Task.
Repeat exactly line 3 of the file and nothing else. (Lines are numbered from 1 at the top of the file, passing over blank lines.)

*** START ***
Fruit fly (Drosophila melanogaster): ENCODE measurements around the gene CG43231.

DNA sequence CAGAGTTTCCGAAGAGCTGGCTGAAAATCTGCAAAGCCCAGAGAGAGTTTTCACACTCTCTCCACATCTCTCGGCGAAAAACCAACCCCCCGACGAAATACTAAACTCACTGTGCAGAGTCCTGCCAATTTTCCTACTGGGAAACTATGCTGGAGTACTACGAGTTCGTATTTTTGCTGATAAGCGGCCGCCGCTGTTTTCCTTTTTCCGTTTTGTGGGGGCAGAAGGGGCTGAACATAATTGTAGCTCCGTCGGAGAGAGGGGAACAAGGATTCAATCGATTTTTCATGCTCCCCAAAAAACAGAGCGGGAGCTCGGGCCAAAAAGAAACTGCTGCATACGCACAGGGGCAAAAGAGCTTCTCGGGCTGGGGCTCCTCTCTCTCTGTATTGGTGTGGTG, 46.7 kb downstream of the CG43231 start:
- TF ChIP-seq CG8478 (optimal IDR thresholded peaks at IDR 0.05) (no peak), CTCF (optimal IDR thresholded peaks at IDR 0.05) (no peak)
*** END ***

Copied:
- TF ChIP-seq CG8478 (optimal IDR thresholded peaks at IDR 0.05) (no peak), CTCF (optimal IDR thresholded peaks at IDR 0.05) (no peak)